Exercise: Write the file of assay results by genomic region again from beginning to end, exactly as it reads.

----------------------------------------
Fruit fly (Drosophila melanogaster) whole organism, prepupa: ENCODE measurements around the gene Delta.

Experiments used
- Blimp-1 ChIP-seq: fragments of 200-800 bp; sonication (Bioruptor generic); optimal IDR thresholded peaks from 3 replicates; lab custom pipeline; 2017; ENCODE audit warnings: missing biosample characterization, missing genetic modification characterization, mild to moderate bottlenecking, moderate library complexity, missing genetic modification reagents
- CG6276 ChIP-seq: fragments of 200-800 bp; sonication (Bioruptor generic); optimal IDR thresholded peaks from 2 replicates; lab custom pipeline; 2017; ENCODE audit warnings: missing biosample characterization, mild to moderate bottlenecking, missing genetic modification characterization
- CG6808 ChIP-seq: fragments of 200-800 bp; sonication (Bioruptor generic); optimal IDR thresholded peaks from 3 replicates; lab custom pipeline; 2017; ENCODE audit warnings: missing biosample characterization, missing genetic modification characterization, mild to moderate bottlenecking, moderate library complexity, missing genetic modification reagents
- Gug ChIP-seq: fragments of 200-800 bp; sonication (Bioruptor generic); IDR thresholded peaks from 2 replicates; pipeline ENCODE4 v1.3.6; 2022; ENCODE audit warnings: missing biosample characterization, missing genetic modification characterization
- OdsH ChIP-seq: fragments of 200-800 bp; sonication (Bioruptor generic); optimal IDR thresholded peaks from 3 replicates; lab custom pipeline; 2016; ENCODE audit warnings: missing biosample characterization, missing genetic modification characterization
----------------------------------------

Fruit fly (Drosophila melanogaster) whole organism, prepupa: ENCODE measurements around the gene Delta.

Experiments used
- Blimp-1 ChIP-seq: fragments of 200-800 bp; sonication (Bioruptor generic); optimal IDR thresholded peaks from 3 replicates; lab custom pipeline; 2017; ENCODE audit warnings: missing biosample characterization, missing genetic modification characterization, mild to moderate bottlenecking, moderate library complexity, missing genetic modification reagents
- CG6276 ChIP-seq: fragments of 200-800 bp; sonication (Bioruptor generic); optimal IDR thresholded peaks from 2 replicates; lab custom pipeline; 2017; ENCODE audit warnings: missing biosample characterization, mild to moderate bottlenecking, missing genetic modification characterization
- CG6808 ChIP-seq: fragments of 200-800 bp; sonication (Bioruptor generic); optimal IDR thresholded peaks from 3 replicates; lab custom pipeline; 2017; ENCODE audit warnings: missing biosample characterization, missing genetic modification characterization, mild to moderate bottlenecking, moderate library complexity, missing genetic modification reagents
- Gug ChIP-seq: fragments of 200-800 bp; sonication (Bioruptor generic); IDR thresholded peaks from 2 replicates; pipeline ENCODE4 v1.3.6; 2022; ENCODE audit warnings: missing biosample characterization, missing genetic modification characterization
- OdsH ChIP-seq: fragments of 200-800 bp; sonication (Bioruptor generic); optimal IDR thresholded peaks from 3 replicates; lab custom pipeline; 2016; ENCODE audit warnings: missing biosample characterization, missing genetic modification characterization